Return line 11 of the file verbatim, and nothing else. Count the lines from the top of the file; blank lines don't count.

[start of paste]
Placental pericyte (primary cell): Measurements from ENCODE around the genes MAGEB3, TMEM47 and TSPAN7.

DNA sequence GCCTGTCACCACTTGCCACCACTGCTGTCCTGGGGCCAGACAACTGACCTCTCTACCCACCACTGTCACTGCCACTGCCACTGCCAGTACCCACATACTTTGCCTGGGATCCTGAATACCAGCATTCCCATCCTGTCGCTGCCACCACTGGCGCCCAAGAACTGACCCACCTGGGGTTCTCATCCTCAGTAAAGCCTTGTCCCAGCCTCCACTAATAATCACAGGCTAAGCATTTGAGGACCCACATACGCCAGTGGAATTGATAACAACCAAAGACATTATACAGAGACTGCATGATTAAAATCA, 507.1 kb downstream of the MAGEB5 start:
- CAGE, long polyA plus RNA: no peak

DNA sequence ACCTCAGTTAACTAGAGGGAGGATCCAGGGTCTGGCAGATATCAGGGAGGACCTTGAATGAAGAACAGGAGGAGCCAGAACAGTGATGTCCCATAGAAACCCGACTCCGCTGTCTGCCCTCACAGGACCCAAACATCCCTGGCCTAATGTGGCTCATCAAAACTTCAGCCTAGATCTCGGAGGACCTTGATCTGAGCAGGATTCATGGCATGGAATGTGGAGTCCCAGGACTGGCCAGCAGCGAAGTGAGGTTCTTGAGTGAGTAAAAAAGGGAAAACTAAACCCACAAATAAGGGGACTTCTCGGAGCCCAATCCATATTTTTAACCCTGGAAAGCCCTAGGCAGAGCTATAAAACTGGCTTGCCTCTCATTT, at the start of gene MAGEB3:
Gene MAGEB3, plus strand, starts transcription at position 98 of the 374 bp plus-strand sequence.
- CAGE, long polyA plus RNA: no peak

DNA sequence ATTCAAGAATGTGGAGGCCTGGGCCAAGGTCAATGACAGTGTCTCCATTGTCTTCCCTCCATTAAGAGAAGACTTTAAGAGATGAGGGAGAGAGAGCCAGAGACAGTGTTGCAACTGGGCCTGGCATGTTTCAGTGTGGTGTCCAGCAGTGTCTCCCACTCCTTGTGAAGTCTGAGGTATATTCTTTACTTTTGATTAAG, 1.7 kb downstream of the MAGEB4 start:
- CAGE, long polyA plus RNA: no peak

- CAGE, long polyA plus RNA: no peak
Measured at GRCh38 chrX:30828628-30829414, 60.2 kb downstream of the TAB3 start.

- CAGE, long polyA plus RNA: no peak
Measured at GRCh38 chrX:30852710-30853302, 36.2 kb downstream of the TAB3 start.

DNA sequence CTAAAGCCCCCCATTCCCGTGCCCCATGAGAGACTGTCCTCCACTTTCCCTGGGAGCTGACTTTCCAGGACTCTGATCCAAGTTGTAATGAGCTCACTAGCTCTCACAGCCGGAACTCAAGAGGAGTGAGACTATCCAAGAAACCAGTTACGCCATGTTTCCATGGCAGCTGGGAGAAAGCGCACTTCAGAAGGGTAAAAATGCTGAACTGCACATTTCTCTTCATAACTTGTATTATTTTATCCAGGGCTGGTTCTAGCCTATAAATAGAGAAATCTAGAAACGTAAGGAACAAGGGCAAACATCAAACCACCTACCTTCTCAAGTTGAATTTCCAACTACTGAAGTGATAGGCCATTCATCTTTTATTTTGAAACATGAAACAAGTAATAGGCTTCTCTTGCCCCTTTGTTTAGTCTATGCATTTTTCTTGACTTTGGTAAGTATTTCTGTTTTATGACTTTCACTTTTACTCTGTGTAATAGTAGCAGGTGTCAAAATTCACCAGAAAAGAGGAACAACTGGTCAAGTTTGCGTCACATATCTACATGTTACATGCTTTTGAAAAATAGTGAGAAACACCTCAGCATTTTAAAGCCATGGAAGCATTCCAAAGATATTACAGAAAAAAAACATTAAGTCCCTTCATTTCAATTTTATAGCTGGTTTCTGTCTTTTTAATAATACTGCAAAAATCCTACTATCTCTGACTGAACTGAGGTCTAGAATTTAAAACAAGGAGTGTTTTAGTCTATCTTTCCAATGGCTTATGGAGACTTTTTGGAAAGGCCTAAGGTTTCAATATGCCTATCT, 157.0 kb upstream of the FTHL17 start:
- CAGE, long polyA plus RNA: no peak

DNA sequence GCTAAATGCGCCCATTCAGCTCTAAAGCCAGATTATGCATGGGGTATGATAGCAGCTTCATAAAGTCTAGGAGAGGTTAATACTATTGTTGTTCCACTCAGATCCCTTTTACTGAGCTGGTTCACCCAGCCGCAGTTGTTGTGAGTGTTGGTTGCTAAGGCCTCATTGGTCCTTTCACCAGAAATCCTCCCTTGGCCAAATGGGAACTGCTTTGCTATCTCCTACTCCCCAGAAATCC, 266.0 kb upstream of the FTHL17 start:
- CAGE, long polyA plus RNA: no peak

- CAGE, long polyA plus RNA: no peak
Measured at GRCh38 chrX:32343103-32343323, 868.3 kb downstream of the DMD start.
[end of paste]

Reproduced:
- CAGE, long polyA plus RNA: no peak